Volume overpowers Quality

Mark A. Friesel mfriesel at beta.tricity.wsu.edu
Mon Jun 24 15:50:22 EST 1996



On Sun, 23 Jun 1996, Arthur E. Sowers wrote:

> 
> I agree with Rays comment below, completely. I've seen exactly the same
> effect happening, tried the same arguments and it all falls on deaf ears.
> 
.....

> Its fairly sad that this is how the system works: reward quantity rather
> than quality. 

I don't think that it is how the system works, although clearly one part
of it works this way. Even quantity isn't really being rewarded.
Outside of grant-providing agencies what's being rewarded is any activity
that brings in money to an institution, and even these rewards are only
appreciable or permanent for the upper echelons.

> Why might this be? How did it get started? I'd like to think
> that as institutions began to see themselves in a sort of "institutional
> cold war" with each other, and competing for higher positions on the
> pecking order, administrators began serious bean counting. How many papers
> does our institution publish? How many citations do they get? And, above
> all, how much grant money do WE get (and, conversely, how much do our
> competitor institutions get?)? And all of this is considered on a numbers
> base rather than an understanding base. Institutional identities seem to
> be in comparison with other institutions rather than what they themselves
> are, what their characteristics are, and whether there are any distinct
> traditions, etc.
> 
> Maybe we are all headed for bureaucratic melt-down. Even in the corporate
> world they don't seem to be concerned about what they are doing or making;
> rather, is it making money, and in particular is it making more this year
> than last year. "Forget quality" and instead "lets get those crates
> rolling down the conveyor belt." 
> 

Despite the complaints, no-one is proposing an alternative.  There are no
programs to counter this trend.  There are no leaders to develop and
promote competence and quality, and there is no organized resistance.
Management, as a group, is concerned with nothing but following the rule
that the sole purpose of their job is to find ways to please their
superiors whether their immediate superiors in the company or their board 
of directors, all their statements to the contrary notwithstanding.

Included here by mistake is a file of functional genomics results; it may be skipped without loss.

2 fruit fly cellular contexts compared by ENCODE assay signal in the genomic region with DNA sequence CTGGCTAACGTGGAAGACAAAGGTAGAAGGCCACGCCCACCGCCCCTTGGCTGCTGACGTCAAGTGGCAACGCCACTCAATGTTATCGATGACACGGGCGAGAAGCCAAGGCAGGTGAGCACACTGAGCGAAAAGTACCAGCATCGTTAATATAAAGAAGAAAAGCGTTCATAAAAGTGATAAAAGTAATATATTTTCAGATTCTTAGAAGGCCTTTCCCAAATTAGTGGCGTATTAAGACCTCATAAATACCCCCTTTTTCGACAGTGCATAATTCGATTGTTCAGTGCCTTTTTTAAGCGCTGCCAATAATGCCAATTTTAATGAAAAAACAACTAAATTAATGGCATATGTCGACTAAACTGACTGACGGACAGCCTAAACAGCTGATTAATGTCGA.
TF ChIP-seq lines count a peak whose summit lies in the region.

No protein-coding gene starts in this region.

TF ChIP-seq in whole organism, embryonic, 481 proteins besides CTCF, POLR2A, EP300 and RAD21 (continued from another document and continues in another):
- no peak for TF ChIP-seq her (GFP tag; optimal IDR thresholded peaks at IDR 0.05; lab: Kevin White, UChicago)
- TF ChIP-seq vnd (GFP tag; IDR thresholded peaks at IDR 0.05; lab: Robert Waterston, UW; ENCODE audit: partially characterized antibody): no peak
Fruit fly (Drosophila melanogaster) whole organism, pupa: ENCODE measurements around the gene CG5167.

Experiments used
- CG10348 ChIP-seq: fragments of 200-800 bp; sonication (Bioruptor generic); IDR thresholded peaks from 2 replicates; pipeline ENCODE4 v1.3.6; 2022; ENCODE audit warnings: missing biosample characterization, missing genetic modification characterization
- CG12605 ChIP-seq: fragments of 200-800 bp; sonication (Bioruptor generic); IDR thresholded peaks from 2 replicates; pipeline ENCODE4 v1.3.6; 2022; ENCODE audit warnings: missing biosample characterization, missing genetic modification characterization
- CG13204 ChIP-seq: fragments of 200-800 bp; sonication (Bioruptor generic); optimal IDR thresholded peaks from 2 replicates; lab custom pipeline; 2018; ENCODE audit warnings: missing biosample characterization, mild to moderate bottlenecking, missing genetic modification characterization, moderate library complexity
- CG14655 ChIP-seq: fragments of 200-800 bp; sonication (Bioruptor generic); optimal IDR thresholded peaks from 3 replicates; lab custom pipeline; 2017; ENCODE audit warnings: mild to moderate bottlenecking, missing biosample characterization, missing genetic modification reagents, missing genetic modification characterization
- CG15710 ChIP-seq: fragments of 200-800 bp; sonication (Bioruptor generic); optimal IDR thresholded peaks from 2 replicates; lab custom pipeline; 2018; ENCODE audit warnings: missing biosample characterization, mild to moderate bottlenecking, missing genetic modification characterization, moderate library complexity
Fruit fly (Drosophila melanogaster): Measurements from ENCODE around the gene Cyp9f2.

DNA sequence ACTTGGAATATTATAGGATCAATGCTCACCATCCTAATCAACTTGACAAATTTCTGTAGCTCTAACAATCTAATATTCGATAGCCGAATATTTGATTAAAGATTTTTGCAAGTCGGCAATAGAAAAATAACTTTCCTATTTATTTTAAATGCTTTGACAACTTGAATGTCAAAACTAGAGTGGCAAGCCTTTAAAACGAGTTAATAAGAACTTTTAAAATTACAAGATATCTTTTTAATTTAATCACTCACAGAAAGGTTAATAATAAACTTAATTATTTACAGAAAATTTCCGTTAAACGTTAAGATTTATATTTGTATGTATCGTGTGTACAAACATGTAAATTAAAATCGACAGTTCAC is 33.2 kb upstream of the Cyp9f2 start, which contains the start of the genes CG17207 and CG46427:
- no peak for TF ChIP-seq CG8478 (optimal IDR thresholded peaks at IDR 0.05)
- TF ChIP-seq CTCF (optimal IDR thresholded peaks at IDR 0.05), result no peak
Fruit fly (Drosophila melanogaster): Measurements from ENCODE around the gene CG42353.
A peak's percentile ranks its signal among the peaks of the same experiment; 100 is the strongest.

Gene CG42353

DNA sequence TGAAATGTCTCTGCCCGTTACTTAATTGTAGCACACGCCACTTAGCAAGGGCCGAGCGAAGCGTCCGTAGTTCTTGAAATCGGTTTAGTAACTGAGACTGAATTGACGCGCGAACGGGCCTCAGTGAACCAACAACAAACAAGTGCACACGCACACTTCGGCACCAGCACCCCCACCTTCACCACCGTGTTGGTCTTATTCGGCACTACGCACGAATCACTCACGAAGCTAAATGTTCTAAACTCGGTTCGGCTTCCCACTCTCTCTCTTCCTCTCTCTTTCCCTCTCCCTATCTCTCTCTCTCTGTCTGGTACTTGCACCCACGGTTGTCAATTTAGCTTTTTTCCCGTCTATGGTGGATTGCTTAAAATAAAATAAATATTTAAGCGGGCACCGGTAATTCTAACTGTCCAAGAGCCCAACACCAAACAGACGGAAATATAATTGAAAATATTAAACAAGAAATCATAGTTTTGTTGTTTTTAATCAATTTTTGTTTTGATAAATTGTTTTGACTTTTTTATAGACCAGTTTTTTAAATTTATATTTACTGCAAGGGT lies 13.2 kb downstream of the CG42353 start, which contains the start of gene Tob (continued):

Department managers wander the halls measuring the distances between desks
and equipment carts making sure the mandated minimum is maintained, where
commitees churn out ten pages of line item responsibilities for scientists
and engineers and a page and a half (half of which is apology) of
'suggestions' and opportunities for management, where a manager
explicitely states that special programs will be implemented specifically 
for the advancement of minorities, a national laboratory where management
includes no reference to 'research' in their strategic plan draft except
in the name of a subcontractor, where the ratio of overhead-to-technical
personnel continually increases, where your upper level 'scientist' may
be a marketer or program manager with minimal technical training,  Where
three requests to get cost runs sent to you meet with no response and
you find out later that the program manager accused you of an over-run,
where the company representative  next to you at a marketing meeting is
making promises to clients based on his misunderstanding of a technology
he claimed to understand - promises that either you'll be responsible for
or which will take the program away from you and be given to his group,
and where you're assigned a landed program out of the clear blue sky where
the answer to a major research question in your field has been taken as
given, where proposal writing and marketing must be done on your own time
because the institution requires 100% program charge-outs, where
department discretionary funding is good for about two weeks,
where...where... Whew! Enough of that!

The worst, the unforgivable, and in fact IMO the >only< sins that make
the above behavior more than a minor irritant, are that a) the accumulated
effect is to straight-jacket any attempt to carry out research or find
research funding unless you're already on a major program, and b) you're
left holding the bag with the client, the company, and other technical
support because a perhaps well-intentioned marketer doesn't have the sense
to discuss a program with the people who will be responsible for the work
before making promises to a client. Christ, it was impossible to get an
instrument repaired without a major program. Beautiful scientific
instruments gather dust for years, you're out scraping for a $40k program
that will fund you for about three weeks of report writing while an unpaid
student does the full-time lab research - including failing to clean and
properly implement critical equipment due to lack of supervision.

There's no question that I miss the money and health benefits for my
family, and after this summer I can no longer continue my daughter's
ballet classes, but staring at wasted research equipment and lab space and
feeling that my technical expertise was atrophying through lack of use and
lack of intellectual challenge was getting me very depressed.  I even stopped 
smoking my pipe and if >that< isn't a sign of depression, I don't know
what is.

> Good luck folks.
> 

It's more than luck we need.



> Art Sowers
> 
> ========
> On Fri, 21 Jun 1996, W. R. Gibbons wrote:
> 




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